If you’ve come here hoping for dating advice, I’m afraid I have none. Ladies, I’m sorry, I’m off the market. However, if it’s a SOLIDWORKS mate you are seeking, I can help with that.
For me, the scenario is usually as follows: Components are inserted into an assembly and are mated together one mate at a time. With the quick mating tools in SOLIDWORKS, components are assembled almost without thinking (I use ctrl+select primarily with an occasional alt+drag). At some point, I mate a component and it doesn’t fit. I realize that one of the mates I added (usually about 37 mates ago) was incorrect. This is no more than a mild nuisance because all I have to do in SOLIDWORKS is edit the mate, and correct my mistake. Now, I just have to find it…
Say I made a coincident mate that was intended to be a distance mate. I’ve got 156 mates in my top level assembly at the moment. 64 of them are coincident.
Which one of these 64 coincident mates was supposed to be a distance mate? How do I find it without scrolling through 156 mates?
In this article I’ll show you my 5 favorite ways to find a mate with ease.
1. Search the Whole Top Level Mate Folder
At first glance this seems like the worst option. And it is. However, I find it to be the most common solution users choose by FAR. Even if you want to stick with this option, there are a couple things you can do to make this process a bit less painful.
a. Expand the mate folder (left) and roll your mouse down through the list. Don’t watch the list, watch the graphics area. In the graphics area, you’ll see each mate highlight. Keep moving your mouse until you see the mate you’re looking for highlight. Then stop and edit the mate.
b. Search the tree (right). See that little funnel-looking icon at the top of the tree? That’s the search filter. Type in the kind of mate you’re looking for and it will exclude all other types. You’ve still got to identify which one it is, but at least we’ve narrowed the search. You’ll notice that this will search the top level mate folder as well as the components mate folders, which leads us to our next method.
2. Search the Component Folder
Each component has its own folder containing the mates that apply to that component. This is a huge benefit because this narrows the search tremendously. Each component typically only has a handful of mates applied to it. This means we’ve reduced our search from 156 down to about 3. The only downside to this method is that the folder can be clumsy to access. If the component is in a subassembly it could be buried. Even if it’s not, you’ve still got to find the component in the tree, expand it and expand the mate folder. If you have “Scroll selected item into view” turned on in your options, you can select the component in the graphics area and it will find you the part in the tree, even if it is in a sub assembly.
Note: The option can be found under Tools > Options > FeatureManager > Scroll selected item into view. Once you’ve found the component, you’ll find a folder for mates right under the component name.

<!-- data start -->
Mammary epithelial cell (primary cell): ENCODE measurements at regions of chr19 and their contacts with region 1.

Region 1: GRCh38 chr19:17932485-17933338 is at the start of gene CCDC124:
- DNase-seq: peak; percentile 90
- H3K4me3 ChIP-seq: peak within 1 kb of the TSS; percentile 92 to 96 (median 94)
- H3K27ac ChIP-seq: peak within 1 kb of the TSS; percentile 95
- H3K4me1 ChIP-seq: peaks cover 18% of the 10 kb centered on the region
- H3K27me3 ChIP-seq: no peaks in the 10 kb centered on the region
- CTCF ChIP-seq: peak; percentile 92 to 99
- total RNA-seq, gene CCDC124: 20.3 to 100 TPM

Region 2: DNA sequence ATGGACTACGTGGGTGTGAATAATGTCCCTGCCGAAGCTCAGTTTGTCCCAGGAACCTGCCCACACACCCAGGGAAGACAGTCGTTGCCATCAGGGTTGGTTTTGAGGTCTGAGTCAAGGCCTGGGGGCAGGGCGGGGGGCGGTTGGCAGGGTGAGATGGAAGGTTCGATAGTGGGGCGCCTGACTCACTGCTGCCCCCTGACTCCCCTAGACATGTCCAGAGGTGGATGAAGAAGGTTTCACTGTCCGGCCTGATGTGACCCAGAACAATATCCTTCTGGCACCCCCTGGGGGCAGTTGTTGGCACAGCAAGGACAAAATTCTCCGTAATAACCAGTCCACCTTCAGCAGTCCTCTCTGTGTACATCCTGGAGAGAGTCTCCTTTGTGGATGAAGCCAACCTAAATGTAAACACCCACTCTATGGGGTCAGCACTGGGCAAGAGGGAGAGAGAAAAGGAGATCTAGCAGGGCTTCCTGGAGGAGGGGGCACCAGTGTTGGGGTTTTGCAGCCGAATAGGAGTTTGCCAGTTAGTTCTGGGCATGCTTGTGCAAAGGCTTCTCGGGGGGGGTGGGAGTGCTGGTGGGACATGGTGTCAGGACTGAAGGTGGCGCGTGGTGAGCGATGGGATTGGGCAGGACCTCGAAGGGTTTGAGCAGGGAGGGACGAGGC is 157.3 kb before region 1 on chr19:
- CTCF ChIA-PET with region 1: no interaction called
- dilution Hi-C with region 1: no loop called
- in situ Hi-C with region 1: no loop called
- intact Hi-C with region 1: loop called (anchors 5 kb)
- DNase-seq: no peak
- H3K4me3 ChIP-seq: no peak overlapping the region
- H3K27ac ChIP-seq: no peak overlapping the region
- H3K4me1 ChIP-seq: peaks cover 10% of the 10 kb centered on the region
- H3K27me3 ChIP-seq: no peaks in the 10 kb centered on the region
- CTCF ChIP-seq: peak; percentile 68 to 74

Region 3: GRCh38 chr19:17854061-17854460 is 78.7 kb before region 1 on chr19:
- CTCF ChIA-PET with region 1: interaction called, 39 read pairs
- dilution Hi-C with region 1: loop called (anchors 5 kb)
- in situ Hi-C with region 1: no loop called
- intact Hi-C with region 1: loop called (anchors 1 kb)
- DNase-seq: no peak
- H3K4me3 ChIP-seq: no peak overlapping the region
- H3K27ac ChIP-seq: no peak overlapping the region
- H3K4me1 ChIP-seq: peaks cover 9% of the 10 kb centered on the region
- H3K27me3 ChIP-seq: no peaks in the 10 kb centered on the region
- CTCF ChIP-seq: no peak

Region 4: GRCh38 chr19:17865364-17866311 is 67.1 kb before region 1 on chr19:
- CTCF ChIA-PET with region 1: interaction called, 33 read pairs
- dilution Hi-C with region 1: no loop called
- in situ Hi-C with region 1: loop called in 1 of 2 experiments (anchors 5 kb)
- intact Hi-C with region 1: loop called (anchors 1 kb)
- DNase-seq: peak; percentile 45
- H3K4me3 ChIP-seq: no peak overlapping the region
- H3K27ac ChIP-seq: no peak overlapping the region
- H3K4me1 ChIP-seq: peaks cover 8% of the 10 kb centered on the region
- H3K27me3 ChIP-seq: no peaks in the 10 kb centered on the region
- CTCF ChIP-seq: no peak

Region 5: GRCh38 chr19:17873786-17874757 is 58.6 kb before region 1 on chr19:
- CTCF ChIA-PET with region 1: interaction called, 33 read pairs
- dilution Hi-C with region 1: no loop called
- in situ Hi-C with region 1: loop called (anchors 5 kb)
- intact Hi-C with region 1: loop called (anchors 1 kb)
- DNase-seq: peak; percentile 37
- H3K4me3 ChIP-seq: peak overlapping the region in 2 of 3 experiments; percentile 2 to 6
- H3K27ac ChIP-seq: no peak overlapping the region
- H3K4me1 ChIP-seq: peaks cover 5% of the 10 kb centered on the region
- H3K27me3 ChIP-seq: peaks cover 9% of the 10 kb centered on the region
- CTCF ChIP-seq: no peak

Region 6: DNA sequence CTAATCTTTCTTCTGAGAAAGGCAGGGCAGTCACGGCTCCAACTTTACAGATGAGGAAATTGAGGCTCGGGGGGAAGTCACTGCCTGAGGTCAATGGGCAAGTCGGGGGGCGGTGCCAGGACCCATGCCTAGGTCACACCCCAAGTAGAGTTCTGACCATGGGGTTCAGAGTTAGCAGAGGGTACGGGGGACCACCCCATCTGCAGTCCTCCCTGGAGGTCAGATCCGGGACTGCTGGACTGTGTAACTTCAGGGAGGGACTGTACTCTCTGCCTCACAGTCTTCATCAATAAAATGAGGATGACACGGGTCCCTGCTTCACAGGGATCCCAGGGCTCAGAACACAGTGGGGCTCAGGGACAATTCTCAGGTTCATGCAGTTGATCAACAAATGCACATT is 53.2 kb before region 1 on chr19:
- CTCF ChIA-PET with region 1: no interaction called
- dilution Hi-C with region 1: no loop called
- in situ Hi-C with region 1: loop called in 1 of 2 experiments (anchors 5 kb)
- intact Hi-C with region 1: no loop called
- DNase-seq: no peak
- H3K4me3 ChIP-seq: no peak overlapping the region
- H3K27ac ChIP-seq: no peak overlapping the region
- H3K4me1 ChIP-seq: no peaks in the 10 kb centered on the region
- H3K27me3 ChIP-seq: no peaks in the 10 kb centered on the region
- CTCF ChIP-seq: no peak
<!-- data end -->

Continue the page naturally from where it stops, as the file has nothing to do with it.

The next couple of options are the two that I personally use. They are essentially shortcuts to accessing this component mate folder.
3. View Mates
The View Mates tool has been around for quite a while but has grown in its capabilities over the years. To access this tool, select the component that the mate applies to in the graphics area.
From the in-context menu you will see View Mates.
View Mates brings the component mate folder to you.. All components mated to the selected component will appear in an isolated view. You’ll also see the list mates from which you can click and edit, suppress, or view errors.
The neat thing about the View Mates tool is that it also applies to multiple components with a ctrl+select, subassemblies with a right click> select subassembly, and other items such as sketches and planes used for mating.
If you’re a 2016 user, you now have access to mates quicker than any of these options. Breadcrumbs brings these items to you with nothing more than a click of the mouse and a whack of the keyboard. Simply select a component and hit the “D” key on your keyboard. Breadcrumbs will be there with bells on, ready to help you find what you’re after. If I’m Iron Man, Breadcrumbs is Jarvis. (Superhero references are allowed here. Remember this is CAD advice, not dating advice. Just try not to confuse the two!)
With no further digging, Breadcrumbs presents the applicable mates for us to select and edit directly. This is my preferred method as it requires zero mouse travel and gets me what I need instantly.
5. Save it for Later
My last option is for cases where you are returning to the same mate multiple times. This is often the case in scenarios where you’re adjusting an angle mate or distance mate multiple times. (If you’re doing this just for positional changes and want to store that data, I recommend using the new Mate Controller in 2016.) If this is the case, I use the Favorites folder. To add a mate to the Favorites folder, simply find the mate (using any one of the first 4 options), right click the mate, and look for the folder with a star icon with the option “Add to Favorites.” This will add that mate to the Favorites folder at the top of the assembly tree. From there you can quickly access it again and again.
I hope these tips help you find a mate faster than you thought possible. And for those of you looking for a mate of a more personal kind… maybe it’s time to give a SOLIDWORKS user group meeting a try!